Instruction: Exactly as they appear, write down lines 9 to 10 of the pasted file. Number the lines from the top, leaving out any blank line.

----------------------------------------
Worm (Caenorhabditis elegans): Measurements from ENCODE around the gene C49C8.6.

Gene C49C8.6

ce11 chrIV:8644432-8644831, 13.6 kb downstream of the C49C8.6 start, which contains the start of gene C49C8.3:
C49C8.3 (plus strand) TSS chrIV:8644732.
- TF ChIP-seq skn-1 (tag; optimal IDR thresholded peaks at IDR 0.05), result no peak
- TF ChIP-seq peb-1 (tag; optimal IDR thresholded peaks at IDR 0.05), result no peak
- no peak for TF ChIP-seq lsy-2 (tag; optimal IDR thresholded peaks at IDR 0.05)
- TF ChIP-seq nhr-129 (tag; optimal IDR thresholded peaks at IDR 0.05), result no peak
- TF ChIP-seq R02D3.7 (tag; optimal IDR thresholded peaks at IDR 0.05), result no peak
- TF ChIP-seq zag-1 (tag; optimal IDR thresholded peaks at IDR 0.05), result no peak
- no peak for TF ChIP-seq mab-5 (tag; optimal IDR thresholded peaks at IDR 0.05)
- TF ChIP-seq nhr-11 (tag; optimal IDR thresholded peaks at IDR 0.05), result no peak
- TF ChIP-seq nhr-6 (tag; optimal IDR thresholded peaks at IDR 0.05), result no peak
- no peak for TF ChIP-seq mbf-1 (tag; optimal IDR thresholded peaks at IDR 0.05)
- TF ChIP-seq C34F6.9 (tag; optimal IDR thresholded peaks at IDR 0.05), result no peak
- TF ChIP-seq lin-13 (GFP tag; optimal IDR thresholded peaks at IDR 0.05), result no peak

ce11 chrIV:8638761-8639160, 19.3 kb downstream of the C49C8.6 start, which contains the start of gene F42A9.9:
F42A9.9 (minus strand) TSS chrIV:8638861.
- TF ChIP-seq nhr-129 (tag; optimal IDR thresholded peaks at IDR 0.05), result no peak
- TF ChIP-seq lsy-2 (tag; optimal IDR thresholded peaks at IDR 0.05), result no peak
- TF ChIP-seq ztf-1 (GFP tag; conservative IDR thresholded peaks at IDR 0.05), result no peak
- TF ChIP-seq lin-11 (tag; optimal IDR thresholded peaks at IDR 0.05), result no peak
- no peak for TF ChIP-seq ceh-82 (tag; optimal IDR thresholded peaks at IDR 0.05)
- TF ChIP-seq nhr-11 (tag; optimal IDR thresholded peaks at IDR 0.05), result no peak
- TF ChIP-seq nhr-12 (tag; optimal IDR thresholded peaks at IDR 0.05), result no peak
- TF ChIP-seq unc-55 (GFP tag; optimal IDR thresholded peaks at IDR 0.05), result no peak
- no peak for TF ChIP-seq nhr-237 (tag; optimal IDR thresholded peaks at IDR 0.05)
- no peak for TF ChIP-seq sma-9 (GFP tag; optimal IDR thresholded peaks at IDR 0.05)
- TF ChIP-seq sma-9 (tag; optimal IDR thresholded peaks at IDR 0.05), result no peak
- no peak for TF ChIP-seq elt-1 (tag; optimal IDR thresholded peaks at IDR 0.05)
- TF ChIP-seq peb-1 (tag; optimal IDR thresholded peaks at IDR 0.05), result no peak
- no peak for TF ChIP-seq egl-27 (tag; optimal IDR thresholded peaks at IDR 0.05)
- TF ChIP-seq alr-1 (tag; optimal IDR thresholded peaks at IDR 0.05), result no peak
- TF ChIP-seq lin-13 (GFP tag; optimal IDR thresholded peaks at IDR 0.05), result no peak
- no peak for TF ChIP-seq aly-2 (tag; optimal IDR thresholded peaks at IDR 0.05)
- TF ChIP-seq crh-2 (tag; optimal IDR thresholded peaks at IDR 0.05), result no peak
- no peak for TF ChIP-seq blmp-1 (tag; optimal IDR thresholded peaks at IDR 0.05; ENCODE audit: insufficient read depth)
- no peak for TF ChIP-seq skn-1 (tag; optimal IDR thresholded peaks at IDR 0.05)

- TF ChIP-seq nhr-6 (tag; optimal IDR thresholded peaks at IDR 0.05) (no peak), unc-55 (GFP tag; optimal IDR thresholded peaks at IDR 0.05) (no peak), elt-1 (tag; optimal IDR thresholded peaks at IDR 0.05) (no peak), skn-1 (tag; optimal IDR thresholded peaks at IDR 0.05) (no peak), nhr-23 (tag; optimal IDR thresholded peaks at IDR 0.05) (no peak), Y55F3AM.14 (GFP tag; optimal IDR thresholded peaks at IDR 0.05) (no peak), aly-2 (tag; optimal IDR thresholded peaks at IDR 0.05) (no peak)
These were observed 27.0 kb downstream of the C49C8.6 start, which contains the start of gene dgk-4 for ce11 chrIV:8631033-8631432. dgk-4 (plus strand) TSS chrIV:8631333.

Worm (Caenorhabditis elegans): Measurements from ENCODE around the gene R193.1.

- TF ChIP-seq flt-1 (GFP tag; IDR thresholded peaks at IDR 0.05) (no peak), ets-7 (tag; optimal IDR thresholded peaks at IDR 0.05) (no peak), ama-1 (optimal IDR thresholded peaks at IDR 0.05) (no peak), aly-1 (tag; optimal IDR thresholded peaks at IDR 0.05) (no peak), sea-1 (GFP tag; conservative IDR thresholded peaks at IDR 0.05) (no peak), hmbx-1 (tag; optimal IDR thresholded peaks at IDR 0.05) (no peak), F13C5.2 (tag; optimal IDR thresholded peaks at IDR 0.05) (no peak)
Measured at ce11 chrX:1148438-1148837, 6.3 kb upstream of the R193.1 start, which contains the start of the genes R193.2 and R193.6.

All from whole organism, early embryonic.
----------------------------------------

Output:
- TF ChIP-seq R02D3.7 (tag; optimal IDR thresholded peaks at IDR 0.05), result no peak
- TF ChIP-seq zag-1 (tag; optimal IDR thresholded peaks at IDR 0.05), result no peak